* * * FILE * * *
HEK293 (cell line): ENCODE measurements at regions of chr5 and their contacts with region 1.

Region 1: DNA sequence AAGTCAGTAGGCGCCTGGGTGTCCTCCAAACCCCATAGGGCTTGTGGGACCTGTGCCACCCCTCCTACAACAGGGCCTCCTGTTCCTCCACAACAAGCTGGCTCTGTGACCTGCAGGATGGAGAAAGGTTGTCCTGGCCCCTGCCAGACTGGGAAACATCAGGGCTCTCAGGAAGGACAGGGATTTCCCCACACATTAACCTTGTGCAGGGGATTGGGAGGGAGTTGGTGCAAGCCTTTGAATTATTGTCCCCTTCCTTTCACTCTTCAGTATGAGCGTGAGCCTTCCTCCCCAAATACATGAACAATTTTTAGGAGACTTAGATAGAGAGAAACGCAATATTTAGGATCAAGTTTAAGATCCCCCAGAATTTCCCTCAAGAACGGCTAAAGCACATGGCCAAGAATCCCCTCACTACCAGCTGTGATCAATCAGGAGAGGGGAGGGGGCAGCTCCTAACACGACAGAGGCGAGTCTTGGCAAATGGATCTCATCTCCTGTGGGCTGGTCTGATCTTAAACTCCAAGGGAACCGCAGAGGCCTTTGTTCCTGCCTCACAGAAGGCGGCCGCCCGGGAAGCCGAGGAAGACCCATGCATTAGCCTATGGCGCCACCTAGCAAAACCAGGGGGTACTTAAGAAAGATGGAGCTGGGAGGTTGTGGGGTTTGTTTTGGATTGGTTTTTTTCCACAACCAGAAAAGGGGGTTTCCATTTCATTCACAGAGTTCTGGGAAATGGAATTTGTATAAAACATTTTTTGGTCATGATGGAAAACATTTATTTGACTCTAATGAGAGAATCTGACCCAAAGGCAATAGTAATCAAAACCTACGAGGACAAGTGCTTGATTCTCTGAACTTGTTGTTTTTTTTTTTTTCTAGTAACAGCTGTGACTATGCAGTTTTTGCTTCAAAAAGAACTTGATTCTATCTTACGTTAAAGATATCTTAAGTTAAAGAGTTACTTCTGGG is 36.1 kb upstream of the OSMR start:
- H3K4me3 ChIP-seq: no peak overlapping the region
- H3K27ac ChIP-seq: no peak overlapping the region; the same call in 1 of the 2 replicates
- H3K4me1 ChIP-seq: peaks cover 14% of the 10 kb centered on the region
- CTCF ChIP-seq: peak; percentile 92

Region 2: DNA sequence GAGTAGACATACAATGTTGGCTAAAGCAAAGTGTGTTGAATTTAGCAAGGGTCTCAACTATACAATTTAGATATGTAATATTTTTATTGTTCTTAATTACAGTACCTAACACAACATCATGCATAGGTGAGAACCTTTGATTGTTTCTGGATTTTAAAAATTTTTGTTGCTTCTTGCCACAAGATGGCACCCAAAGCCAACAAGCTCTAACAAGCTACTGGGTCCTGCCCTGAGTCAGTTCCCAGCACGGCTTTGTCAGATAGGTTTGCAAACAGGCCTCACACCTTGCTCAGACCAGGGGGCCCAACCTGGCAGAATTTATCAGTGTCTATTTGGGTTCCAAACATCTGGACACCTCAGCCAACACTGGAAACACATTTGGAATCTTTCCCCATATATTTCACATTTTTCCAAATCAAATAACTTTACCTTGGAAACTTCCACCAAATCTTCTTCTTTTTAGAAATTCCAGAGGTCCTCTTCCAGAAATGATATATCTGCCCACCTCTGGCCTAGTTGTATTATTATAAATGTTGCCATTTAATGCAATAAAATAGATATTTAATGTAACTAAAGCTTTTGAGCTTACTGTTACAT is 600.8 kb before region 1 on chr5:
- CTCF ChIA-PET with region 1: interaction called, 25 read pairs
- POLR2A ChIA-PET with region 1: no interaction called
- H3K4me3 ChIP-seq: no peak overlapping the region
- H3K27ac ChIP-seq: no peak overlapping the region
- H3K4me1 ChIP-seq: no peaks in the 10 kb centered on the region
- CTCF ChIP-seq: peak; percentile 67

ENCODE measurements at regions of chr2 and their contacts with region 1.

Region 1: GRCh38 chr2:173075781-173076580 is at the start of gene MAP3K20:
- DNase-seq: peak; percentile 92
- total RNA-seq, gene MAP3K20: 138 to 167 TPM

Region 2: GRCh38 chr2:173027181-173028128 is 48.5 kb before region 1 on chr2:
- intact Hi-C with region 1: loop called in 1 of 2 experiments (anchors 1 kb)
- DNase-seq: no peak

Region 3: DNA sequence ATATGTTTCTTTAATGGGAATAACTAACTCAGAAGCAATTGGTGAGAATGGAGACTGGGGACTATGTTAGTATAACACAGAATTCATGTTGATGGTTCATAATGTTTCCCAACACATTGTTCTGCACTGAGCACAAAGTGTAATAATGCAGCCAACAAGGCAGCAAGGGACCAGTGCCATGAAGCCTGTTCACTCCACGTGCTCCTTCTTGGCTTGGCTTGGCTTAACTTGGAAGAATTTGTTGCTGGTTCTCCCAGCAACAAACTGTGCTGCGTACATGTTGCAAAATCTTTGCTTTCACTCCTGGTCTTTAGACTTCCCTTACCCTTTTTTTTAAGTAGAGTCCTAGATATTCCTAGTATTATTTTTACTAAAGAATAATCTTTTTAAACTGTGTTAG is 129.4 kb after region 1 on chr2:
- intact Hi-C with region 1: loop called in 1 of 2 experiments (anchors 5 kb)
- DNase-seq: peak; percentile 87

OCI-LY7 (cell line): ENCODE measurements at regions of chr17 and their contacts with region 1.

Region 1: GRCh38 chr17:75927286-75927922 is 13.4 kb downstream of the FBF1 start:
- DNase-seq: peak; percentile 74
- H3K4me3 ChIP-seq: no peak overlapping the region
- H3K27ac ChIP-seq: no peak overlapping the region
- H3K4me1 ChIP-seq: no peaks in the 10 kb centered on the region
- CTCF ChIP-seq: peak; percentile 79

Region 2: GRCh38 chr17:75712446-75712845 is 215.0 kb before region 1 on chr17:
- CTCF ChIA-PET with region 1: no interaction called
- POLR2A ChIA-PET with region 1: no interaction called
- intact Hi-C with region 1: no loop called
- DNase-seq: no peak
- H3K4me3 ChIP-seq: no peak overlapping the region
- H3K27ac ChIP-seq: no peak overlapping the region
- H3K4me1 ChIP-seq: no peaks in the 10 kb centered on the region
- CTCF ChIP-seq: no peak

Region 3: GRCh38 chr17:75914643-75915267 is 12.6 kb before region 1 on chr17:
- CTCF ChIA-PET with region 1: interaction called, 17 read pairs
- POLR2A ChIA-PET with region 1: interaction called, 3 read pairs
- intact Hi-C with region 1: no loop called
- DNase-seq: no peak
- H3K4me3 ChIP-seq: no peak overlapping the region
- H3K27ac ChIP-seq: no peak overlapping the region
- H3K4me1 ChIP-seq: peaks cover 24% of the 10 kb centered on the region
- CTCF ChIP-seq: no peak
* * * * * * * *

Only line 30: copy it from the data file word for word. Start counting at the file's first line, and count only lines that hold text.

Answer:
- CTCF ChIP-seq: peak; percentile 79